How Retailers Can Avoid Credit Card Fraud
Once upon a time, I was a young wine merchant in Brooklyn, N.Y. and a new customer came into my store looking to buy several cases of expensive wine for a wedding. I was so excited by the big sale but, for whatever reason, I couldn't connect to my credit card processor. The customer asked me to type in the card number because his card's magnetic stripe wasn't working. And so I did.
I put the transaction through, only to find out days later that the card didn't belong to the customer and I was on the hook for the cost and out of the product. I decided then and there to educate myself on everything I could do to keep my business and my customers’ personal data safe from fraudsters. Here are six tips:
1. Authorize the card! First and foremost, whatever you do, get a real-time authorization of the customer's card. Currently this is done by swiping when connected to your credit card processor. Do this, and card fraud will become the liability of the credit card processor — not you. (Note: In October, this rule will be updated so that even swiping won't be enough; you'll have to implement new chip card technology, known as EMV.)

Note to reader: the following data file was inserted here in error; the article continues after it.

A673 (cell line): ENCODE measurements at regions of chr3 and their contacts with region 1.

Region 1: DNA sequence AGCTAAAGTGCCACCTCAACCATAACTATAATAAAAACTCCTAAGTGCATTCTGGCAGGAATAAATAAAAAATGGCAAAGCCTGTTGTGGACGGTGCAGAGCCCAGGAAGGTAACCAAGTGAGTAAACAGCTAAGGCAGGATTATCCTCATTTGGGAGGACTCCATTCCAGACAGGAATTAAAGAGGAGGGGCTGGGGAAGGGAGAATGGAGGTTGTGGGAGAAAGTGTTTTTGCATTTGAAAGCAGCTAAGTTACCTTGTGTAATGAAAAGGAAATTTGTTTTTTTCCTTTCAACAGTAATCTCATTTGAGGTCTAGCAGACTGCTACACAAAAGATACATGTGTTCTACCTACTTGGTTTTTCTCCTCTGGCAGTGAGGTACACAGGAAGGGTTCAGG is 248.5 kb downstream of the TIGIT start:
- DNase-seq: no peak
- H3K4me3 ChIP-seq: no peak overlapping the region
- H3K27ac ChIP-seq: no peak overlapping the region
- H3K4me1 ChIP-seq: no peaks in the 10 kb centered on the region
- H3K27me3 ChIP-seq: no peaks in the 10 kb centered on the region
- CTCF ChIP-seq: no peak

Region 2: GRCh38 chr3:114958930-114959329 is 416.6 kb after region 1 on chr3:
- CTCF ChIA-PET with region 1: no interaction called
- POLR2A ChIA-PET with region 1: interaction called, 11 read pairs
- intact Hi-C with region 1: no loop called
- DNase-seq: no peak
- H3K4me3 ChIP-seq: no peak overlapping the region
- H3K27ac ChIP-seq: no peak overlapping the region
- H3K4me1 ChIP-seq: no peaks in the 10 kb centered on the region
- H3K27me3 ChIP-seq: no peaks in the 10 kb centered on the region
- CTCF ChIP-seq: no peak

2. Keep records. Keeping receipts is imperative. You always want proof that the customer was in the store in case the transaction is disputed at a later date. Receipts offer you one of the best options to show the details and time of a transaction. Make sure the customer signs it! You can also use "sign on screen" technology to capture this kind of record.
3. Train your staff. You may know who and what to be on the lookout for, but does your staff? Train your team to understand the risks and empower them to insist on following the right protocols. For example, if a magnetic stripe isn't working, train your staff to always call the number on the back of the customer's card to authorize the transaction. This way, you can verify the card is active and prevent a chargeback before it happens. A good time-saving trick here can be to only insist on this level of verification above a certain dollar value, say $15.